Boatwif – Thoughts at Thanksgiving…
Tuesday 23rd – Thursday 25th November
No apologies – but the photos are mostly about food! Whatever else it is about the Thanksgiving Holiday Season brings the Americans' love of food to the fore. So it was not inappropriate to start Tuesday with a treat trip to IHOP – for breakfast. Pancakes are a speciality: Cal Guy went for the banana smile Happy Face, Cal Girl for the chocolate bomb Funny Face, Boatwif went for a relatively modest spinach and tomato omelette while the Captain and the Cal Mom indulged in meat-laden pancakes. Later that day there was another typical American experience: a trip to Edwards Movie Theater, just 18 screens for a city population of 60,000. The film (sorry, movie) was Megamind, with an audience of the four of us and about another six people. The children were allowed a SMALL popcorn box (so that was small! )It was a 3D movie, highly entertaining, preceded by tempting trailers of The Nutcrackerand Chronicles of Narniafor the next holiday releases.
The day before Thanksgiving has similiarities to our behaviour on Christmas Eve: shorter working day, long journeys to be with relatives, frenzied stocking up of festive food from the supermarkets. Neighbours were expecting family from Northern California: what at best might be a six hour drive yesterday became ten! It's probably the busiest time for internal flights, news reports abound of travellers' attitudes to the increased security checks (incidentally, I, though not the Captain, was X-rayed at Manchester). Our family, keen to avoid the turkey scramble around the freezer cabinets, ordered an organic bird online; news was relayed of her slaughter and dispatch, a call was received to check that she had arrived – and she (somehow it had become known as "Mildred") was delicious. Several other tasty essentials were delivered but a time arrived when a supermarket trip had to be made. The shopping list was long, but Cal Girl volunteered to help us out. It was three times as busy as normal, five times as busy by the time we emerged. Shoppers had a particular sense of purpose, the frozen birds, mashed potatoes (in cans) and tin foil trays being most in demand. As ever staff courteously and efficiently directed confused customers to the exact aisle location for every requirement.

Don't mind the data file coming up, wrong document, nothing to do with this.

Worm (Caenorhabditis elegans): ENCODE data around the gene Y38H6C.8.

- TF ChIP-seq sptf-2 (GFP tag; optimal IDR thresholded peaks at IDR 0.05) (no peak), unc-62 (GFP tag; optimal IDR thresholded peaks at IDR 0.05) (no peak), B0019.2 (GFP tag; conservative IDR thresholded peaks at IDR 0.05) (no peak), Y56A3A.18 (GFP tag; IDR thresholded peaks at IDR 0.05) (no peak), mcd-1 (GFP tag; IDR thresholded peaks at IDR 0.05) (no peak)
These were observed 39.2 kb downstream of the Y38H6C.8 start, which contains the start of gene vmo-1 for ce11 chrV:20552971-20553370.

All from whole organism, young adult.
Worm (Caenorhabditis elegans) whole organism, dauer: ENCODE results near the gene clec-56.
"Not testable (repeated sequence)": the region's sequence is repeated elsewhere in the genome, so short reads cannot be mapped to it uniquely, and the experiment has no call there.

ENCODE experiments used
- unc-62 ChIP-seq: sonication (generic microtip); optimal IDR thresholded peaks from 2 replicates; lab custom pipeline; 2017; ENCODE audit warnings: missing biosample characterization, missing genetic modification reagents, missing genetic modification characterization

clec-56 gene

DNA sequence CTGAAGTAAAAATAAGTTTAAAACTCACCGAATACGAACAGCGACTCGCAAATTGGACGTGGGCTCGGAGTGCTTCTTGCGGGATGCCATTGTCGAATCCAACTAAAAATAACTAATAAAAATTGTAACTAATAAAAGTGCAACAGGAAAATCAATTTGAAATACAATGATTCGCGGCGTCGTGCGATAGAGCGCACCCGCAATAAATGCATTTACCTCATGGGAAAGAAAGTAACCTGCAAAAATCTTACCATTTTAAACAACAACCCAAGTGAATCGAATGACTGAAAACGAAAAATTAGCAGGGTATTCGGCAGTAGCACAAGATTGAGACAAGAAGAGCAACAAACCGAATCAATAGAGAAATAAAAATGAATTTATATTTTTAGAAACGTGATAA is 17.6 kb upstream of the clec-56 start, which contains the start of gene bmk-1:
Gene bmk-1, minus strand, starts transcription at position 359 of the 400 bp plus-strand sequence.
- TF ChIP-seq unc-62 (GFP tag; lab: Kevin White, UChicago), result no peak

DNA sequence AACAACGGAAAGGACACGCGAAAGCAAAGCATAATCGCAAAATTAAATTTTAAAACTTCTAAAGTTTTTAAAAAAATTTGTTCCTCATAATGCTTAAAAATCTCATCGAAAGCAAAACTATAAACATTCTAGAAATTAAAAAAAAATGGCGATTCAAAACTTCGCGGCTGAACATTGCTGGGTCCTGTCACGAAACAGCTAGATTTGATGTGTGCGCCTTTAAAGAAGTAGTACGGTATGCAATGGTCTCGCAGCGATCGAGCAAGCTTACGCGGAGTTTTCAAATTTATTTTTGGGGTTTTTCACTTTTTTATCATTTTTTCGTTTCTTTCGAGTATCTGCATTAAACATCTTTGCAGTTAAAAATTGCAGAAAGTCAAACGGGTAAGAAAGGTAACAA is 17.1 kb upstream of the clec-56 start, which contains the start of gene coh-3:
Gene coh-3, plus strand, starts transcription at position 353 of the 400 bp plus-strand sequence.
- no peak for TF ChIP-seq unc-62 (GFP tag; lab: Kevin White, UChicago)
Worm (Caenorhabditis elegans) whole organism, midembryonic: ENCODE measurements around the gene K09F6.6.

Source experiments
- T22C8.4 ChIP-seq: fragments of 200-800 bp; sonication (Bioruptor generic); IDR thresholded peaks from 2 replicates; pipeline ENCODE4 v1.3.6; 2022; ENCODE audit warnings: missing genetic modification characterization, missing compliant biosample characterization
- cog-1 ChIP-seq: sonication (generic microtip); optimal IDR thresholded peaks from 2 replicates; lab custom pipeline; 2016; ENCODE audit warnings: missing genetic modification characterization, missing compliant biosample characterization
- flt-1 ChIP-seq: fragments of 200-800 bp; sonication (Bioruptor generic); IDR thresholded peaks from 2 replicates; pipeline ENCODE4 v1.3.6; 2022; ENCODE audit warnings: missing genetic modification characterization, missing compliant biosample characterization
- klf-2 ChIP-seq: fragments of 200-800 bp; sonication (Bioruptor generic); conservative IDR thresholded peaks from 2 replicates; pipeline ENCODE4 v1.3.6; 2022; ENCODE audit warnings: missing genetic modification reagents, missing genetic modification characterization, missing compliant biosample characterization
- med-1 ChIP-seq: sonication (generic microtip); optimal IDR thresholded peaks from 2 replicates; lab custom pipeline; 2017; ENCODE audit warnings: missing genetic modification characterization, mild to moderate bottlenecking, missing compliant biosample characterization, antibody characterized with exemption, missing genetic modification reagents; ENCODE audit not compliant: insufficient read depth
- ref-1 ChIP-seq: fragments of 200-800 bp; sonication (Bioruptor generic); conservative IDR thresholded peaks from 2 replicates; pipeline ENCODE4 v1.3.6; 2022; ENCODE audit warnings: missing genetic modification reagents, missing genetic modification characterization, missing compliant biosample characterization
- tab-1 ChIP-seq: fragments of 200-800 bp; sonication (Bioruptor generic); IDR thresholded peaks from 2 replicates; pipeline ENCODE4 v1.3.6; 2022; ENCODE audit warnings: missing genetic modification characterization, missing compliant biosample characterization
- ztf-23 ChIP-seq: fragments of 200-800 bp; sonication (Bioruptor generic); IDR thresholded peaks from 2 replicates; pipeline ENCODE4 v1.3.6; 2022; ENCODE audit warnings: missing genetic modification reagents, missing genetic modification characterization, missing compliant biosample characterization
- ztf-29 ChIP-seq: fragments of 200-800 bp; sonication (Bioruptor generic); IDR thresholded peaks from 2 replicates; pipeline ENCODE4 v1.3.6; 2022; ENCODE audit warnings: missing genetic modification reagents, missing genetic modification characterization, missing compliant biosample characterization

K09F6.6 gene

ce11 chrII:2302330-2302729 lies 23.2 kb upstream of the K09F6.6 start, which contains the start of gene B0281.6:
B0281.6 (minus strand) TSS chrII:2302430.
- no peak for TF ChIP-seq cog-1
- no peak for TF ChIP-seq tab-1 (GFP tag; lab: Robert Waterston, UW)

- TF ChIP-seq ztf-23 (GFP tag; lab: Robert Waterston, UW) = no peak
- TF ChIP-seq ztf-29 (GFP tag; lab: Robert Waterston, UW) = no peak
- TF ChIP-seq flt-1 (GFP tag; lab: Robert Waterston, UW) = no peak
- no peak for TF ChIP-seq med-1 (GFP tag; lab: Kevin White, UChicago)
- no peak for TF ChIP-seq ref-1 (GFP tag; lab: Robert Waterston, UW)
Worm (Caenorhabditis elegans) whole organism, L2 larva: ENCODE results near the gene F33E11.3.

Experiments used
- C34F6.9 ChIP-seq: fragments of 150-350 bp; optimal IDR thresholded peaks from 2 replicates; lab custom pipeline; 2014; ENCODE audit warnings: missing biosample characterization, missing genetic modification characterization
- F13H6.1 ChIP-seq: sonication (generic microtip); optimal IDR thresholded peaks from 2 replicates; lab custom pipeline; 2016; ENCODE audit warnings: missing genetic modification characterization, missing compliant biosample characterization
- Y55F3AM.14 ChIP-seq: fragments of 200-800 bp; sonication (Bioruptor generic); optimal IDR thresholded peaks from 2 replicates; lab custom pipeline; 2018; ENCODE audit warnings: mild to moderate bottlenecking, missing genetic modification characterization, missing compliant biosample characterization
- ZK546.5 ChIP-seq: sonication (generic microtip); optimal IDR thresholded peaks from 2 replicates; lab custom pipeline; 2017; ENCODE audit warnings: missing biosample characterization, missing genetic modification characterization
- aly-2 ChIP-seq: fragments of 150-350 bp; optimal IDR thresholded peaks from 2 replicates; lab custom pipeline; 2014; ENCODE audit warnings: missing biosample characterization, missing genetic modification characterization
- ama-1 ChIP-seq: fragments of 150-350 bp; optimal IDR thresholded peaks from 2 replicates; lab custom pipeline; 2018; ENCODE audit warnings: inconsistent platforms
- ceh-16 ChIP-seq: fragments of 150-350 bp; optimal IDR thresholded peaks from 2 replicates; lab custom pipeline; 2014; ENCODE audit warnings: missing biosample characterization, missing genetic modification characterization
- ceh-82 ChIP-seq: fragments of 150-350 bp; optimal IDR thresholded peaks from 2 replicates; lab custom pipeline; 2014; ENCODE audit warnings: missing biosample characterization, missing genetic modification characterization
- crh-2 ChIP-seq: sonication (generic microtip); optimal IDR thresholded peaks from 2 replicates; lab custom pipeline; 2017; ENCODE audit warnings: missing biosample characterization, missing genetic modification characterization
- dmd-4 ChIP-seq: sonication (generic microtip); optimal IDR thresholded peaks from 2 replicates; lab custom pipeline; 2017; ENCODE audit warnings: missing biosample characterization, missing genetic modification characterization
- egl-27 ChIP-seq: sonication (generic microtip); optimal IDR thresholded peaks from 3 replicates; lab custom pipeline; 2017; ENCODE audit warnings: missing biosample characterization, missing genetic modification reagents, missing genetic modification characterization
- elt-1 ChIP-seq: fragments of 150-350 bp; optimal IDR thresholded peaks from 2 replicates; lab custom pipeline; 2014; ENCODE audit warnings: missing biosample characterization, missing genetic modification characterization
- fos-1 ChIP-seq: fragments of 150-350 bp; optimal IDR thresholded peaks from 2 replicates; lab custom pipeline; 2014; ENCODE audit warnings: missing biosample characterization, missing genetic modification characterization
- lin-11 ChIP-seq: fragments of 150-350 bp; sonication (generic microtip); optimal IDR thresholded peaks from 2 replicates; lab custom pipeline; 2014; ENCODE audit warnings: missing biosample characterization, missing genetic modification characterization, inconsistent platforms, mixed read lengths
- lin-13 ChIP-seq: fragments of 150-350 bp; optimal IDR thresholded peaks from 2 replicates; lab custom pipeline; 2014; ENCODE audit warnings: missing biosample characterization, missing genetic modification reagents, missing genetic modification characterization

We awoke to a cold but bright Thanksgiving; it was quiet, no traffic, no work to go to. Late morning an expedition was mounted to Double Peak Park, a mountain viewpoint 1644 feet above sea-level, about 1000 feet above San Marcos. Other families too were enjoying the excellent wide-ranging views: the university campus far below but only about half a mile distant, north towards high snow-capped mountains, due west to the Pacific Coast, Oceanside Pier and even the faint outline of offshore islands, east inland towards ridge after ridge of hills and steep-sided valleys, south towards freeways, hills, developments. Cal Guy and Cal Girl scrambled over rocks, clambered up the ampitheatre steps, explored part of a trail, climbed into a tree – a perfect work up for Thanksgiving Lunch. "Explain what you are thankful for," directed Cal Mom, and then we all tucked into turkey and stuffing, green bean casserole, glazed carrots, mashed potato and (home prepared) cranberry sauce. Some hours later we tackled the apple pie and fruit crumble desserts. Then from a cupboard (closet) we took down a large wooden puzzle of the United States: it seemed a most apt way to consolidate our day.
It is one of only two four day weekends a year: tomorrow will be "Black Friday". (Why? Who knows?) There seem to be two essentials: huge discount sales, starting from 4am and the tradition of decorating the house exteriors with "holiday" lights. A doleful discussion was had about some problem at the end of last season with the nodding reindeer: could Grampy fix it…? This could well be a different sort of challenge from clearing debris from a boat prop or rainwater from an engine compartment…
Afterthought: it's no longer there but earlier the Google Search page was headed by turkey and other images of seasonal food: was that so on UK based computers? Do similar festive images appear on UK screens at Christmas-time?